Food and gentrification | The Economist

How is the food supply of an urban place related to gentrification processes? In recent weeks, a controversy arose on Twitter in which a US citizen pointed out that she liked living in the Roma neighborhood of Mexico City while she could work remotely. A simple declaration of love to a place abroad became controversial, as many users pointed out that this type of behavior is what contributes to the gentrification of a place.

The gentrification process is not new, and has occurred as a constant phenomenon in urban concentrations. It refers to the process by which a certain area of ​​the city changes its character due to the fact that people with greater purchasing power move there, which triggers the prices not only of rents, but also of services and products, including food. In fact, studies on gentrification and food suggest that by analyzing not only what is eaten, but how it is eaten and even how it is marketed in these places, it is what reveals the gentrification of a place in a city. . This is a phenomenon that is observed in many large cities around the world.

An example of gentrification reflected in food is how small businesses that previously supplied “homemade” meals at a good price to a group of settlers, suddenly increase their prices due to the high influx of tourists or foreigners. This even modifies the presentation of the dishes, to make them seem “more traditional”, “more Mexican” or “more haute cuisine” as the case may be. In general, this type of presentation is more of a “performance” than something genuine, as it is intended to satisfy those demands of what is supposedly authentic in culinary terms.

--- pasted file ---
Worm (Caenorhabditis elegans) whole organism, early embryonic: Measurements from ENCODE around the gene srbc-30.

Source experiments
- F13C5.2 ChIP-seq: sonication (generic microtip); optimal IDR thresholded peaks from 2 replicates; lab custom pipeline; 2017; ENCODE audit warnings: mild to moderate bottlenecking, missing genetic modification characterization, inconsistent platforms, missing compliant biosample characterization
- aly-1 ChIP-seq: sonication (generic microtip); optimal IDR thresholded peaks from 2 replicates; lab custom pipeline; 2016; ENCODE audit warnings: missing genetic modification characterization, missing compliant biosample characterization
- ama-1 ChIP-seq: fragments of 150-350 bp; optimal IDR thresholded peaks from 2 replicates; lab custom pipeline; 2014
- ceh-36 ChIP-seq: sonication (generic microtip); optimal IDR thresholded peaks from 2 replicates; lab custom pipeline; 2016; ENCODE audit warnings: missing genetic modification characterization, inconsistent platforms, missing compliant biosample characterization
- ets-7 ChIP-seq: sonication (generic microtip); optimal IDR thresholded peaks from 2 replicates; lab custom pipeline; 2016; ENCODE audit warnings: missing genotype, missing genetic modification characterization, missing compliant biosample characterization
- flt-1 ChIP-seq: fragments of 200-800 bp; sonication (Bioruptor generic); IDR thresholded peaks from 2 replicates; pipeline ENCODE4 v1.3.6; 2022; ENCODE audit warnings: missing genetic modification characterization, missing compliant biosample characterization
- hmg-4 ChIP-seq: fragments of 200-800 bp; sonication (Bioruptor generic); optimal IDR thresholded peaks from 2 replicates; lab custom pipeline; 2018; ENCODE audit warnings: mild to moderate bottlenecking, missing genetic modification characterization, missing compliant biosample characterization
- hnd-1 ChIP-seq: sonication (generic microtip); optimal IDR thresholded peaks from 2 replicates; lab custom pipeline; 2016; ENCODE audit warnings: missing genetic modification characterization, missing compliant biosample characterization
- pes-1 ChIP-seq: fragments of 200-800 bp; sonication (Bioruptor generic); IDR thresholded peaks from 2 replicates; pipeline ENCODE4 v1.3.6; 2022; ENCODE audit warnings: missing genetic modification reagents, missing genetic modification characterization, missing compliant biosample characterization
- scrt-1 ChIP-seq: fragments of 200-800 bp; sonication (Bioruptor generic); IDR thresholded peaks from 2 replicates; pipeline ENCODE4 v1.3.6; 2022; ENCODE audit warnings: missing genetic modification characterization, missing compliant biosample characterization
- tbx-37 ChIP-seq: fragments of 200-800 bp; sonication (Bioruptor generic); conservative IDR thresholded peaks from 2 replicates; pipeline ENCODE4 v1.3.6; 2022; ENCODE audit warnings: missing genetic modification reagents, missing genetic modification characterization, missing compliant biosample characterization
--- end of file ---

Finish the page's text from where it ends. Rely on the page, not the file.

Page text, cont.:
Another example of gentrification in food lies in the way in which certain food supply places change the prices of the same product simply based on the neighborhood where they are located. For other people, gentrification is also related to the variety of cuisines from many places on the planet in a relatively small territory, although this example causes debate, since this may not necessarily respond to gentrification, but to other phenomena such as globalization. The great cities of the world concentrate in their streets gastronomic samples from many countries of the world, some of them more similar to the kitchens of origin than others.

Contrary to what many people think, he does not necessarily find the culprits in outsiders who move into a place. This process is the result of high social inequalities around income and the purchasing power that income gives in different contexts. It also responds to high inequalities in labor terms, and to the cost of living in certain places, also a product of inequality. Neither do we have to fall into xenophobia to point out the guilty. As long as social and economic policies do not target these sectors, gentrification will continue to be a phenomenon observed in many parts of the world, supported by a system that increasingly excludes those who can afford housing in the main areas of a city, whose The model is aimed more at the lower classes occupying the periphery while big capital concentrates in the geographic center.


Food and society columnist

POINT AND HOW

Food and society columnist. Gastronaut, observer and foodie. She is a researcher in sociology of food, nutritionist. She is president and founder of Funalid: Foundation for Food and Development.